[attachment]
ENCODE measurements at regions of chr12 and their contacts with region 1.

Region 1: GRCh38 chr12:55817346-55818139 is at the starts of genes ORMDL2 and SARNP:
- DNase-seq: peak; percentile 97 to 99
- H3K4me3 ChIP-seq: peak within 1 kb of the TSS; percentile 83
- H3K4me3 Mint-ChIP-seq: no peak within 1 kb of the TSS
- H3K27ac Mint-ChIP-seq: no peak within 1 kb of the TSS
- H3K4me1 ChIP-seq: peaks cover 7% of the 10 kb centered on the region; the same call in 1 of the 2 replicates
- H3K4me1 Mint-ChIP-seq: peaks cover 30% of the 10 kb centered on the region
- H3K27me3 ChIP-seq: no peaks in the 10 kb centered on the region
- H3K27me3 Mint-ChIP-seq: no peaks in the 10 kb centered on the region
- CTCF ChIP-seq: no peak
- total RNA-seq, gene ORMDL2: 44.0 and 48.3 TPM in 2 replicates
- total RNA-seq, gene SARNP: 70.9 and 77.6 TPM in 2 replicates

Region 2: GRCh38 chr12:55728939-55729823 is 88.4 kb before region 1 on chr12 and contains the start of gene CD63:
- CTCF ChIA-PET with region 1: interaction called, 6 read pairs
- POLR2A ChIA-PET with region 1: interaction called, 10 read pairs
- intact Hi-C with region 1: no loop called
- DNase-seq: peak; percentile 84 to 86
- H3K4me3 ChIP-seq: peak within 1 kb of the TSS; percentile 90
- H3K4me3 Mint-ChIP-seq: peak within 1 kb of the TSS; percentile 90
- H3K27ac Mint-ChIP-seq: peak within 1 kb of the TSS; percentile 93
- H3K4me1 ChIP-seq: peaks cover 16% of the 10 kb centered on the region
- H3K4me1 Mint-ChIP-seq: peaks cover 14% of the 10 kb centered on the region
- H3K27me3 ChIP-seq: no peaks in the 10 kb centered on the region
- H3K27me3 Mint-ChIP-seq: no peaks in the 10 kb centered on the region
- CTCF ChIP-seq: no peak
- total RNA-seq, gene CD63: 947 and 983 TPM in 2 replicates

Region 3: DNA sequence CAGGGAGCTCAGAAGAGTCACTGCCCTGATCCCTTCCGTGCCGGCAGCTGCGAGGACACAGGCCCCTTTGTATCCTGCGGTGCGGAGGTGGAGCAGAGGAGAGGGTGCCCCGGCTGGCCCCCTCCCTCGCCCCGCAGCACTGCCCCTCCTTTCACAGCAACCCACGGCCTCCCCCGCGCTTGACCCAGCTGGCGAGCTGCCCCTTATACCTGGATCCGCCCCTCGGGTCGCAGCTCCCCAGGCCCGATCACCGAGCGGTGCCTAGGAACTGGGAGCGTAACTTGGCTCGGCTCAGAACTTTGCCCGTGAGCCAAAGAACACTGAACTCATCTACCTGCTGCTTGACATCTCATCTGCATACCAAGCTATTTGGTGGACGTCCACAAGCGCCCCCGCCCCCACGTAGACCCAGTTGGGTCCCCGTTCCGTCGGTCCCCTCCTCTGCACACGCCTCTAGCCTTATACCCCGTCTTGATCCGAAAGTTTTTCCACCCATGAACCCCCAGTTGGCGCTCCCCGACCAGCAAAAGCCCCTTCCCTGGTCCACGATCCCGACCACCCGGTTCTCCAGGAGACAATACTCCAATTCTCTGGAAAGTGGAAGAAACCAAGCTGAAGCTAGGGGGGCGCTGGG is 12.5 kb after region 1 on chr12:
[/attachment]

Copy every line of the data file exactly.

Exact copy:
ENCODE measurements at regions of chr12 and their contacts with region 1.

Region 1: GRCh38 chr12:55817346-55818139 is at the starts of genes ORMDL2 and SARNP:
- DNase-seq: peak; percentile 97 to 99
- H3K4me3 ChIP-seq: peak within 1 kb of the TSS; percentile 83
- H3K4me3 Mint-ChIP-seq: no peak within 1 kb of the TSS
- H3K27ac Mint-ChIP-seq: no peak within 1 kb of the TSS
- H3K4me1 ChIP-seq: peaks cover 7% of the 10 kb centered on the region; the same call in 1 of the 2 replicates
- H3K4me1 Mint-ChIP-seq: peaks cover 30% of the 10 kb centered on the region
- H3K27me3 ChIP-seq: no peaks in the 10 kb centered on the region
- H3K27me3 Mint-ChIP-seq: no peaks in the 10 kb centered on the region
- CTCF ChIP-seq: no peak
- total RNA-seq, gene ORMDL2: 44.0 and 48.3 TPM in 2 replicates
- total RNA-seq, gene SARNP: 70.9 and 77.6 TPM in 2 replicates

Region 2: GRCh38 chr12:55728939-55729823 is 88.4 kb before region 1 on chr12 and contains the start of gene CD63:
- CTCF ChIA-PET with region 1: interaction called, 6 read pairs
- POLR2A ChIA-PET with region 1: interaction called, 10 read pairs
- intact Hi-C with region 1: no loop called
- DNase-seq: peak; percentile 84 to 86
- H3K4me3 ChIP-seq: peak within 1 kb of the TSS; percentile 90
- H3K4me3 Mint-ChIP-seq: peak within 1 kb of the TSS; percentile 90
- H3K27ac Mint-ChIP-seq: peak within 1 kb of the TSS; percentile 93
- H3K4me1 ChIP-seq: peaks cover 16% of the 10 kb centered on the region
- H3K4me1 Mint-ChIP-seq: peaks cover 14% of the 10 kb centered on the region
- H3K27me3 ChIP-seq: no peaks in the 10 kb centered on the region
- H3K27me3 Mint-ChIP-seq: no peaks in the 10 kb centered on the region
- CTCF ChIP-seq: no peak
- total RNA-seq, gene CD63: 947 and 983 TPM in 2 replicates

Region 3: DNA sequence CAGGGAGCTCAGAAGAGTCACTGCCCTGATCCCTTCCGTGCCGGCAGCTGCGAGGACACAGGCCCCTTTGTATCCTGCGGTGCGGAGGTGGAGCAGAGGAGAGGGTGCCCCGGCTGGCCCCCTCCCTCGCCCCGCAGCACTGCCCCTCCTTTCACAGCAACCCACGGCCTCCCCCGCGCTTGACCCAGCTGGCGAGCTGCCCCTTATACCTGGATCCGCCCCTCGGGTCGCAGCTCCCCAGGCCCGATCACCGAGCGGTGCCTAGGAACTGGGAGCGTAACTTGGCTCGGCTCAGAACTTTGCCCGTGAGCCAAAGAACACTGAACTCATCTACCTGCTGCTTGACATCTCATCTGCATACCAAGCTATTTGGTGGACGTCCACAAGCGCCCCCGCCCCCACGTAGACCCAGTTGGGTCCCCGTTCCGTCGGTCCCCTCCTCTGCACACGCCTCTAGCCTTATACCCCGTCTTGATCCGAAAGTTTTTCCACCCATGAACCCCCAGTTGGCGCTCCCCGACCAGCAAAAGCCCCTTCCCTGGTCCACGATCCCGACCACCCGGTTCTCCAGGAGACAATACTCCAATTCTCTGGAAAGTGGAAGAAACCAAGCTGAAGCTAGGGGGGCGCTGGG is 12.5 kb after region 1 on chr12: